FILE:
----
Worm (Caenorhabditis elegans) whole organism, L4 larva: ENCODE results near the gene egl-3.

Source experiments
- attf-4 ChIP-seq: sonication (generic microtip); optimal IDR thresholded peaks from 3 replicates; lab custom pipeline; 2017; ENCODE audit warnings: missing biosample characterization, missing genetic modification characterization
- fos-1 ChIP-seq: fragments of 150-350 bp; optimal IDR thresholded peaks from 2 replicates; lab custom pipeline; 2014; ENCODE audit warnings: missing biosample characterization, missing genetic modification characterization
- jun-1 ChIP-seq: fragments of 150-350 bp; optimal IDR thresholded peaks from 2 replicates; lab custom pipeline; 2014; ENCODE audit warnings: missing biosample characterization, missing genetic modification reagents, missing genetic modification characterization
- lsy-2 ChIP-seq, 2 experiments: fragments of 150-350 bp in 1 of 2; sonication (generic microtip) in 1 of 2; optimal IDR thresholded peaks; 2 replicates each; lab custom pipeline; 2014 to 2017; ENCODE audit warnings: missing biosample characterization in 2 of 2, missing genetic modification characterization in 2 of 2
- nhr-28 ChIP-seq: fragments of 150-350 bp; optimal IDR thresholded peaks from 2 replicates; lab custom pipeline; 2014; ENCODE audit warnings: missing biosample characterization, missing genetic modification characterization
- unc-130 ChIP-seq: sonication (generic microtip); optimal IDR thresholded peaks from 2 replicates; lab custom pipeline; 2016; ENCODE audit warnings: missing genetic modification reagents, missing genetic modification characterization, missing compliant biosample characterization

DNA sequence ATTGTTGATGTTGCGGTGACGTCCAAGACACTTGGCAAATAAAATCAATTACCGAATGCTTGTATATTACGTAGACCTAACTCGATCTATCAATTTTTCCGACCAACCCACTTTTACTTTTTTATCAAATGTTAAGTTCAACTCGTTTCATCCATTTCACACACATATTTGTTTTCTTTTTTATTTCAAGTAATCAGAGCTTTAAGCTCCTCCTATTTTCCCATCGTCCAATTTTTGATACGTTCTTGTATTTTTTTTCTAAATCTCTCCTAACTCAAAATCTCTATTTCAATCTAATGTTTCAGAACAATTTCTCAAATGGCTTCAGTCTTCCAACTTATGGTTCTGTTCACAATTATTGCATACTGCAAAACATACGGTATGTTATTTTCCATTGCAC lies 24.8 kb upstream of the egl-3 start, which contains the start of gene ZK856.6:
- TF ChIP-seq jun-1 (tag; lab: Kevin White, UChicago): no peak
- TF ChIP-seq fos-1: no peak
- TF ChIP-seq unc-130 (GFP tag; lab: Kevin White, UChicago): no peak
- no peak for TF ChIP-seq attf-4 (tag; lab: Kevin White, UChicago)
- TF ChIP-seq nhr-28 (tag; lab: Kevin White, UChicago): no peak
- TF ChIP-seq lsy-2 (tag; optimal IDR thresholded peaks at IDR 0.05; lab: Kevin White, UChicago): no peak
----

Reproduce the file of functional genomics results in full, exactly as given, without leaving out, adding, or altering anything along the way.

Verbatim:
Worm (Caenorhabditis elegans) whole organism, L4 larva: ENCODE results near the gene egl-3.

Source experiments
- attf-4 ChIP-seq: sonication (generic microtip); optimal IDR thresholded peaks from 3 replicates; lab custom pipeline; 2017; ENCODE audit warnings: missing biosample characterization, missing genetic modification characterization
- fos-1 ChIP-seq: fragments of 150-350 bp; optimal IDR thresholded peaks from 2 replicates; lab custom pipeline; 2014; ENCODE audit warnings: missing biosample characterization, missing genetic modification characterization
- jun-1 ChIP-seq: fragments of 150-350 bp; optimal IDR thresholded peaks from 2 replicates; lab custom pipeline; 2014; ENCODE audit warnings: missing biosample characterization, missing genetic modification reagents, missing genetic modification characterization
- lsy-2 ChIP-seq, 2 experiments: fragments of 150-350 bp in 1 of 2; sonication (generic microtip) in 1 of 2; optimal IDR thresholded peaks; 2 replicates each; lab custom pipeline; 2014 to 2017; ENCODE audit warnings: missing biosample characterization in 2 of 2, missing genetic modification characterization in 2 of 2
- nhr-28 ChIP-seq: fragments of 150-350 bp; optimal IDR thresholded peaks from 2 replicates; lab custom pipeline; 2014; ENCODE audit warnings: missing biosample characterization, missing genetic modification characterization
- unc-130 ChIP-seq: sonication (generic microtip); optimal IDR thresholded peaks from 2 replicates; lab custom pipeline; 2016; ENCODE audit warnings: missing genetic modification reagents, missing genetic modification characterization, missing compliant biosample characterization

DNA sequence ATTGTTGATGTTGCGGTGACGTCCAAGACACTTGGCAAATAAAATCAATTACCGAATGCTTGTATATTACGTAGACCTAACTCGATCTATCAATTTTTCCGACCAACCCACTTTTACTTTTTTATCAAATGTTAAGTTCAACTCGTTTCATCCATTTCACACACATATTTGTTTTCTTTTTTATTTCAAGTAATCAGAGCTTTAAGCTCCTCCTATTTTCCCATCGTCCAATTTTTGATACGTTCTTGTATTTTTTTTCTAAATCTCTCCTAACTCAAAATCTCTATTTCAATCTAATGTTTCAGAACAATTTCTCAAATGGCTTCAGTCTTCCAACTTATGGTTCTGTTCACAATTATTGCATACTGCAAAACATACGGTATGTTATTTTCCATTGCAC lies 24.8 kb upstream of the egl-3 start, which contains the start of gene ZK856.6:
- TF ChIP-seq jun-1 (tag; lab: Kevin White, UChicago): no peak
- TF ChIP-seq fos-1: no peak
- TF ChIP-seq unc-130 (GFP tag; lab: Kevin White, UChicago): no peak
- no peak for TF ChIP-seq attf-4 (tag; lab: Kevin White, UChicago)
- TF ChIP-seq nhr-28 (tag; lab: Kevin White, UChicago): no peak
- TF ChIP-seq lsy-2 (tag; optimal IDR thresholded peaks at IDR 0.05; lab: Kevin White, UChicago): no peak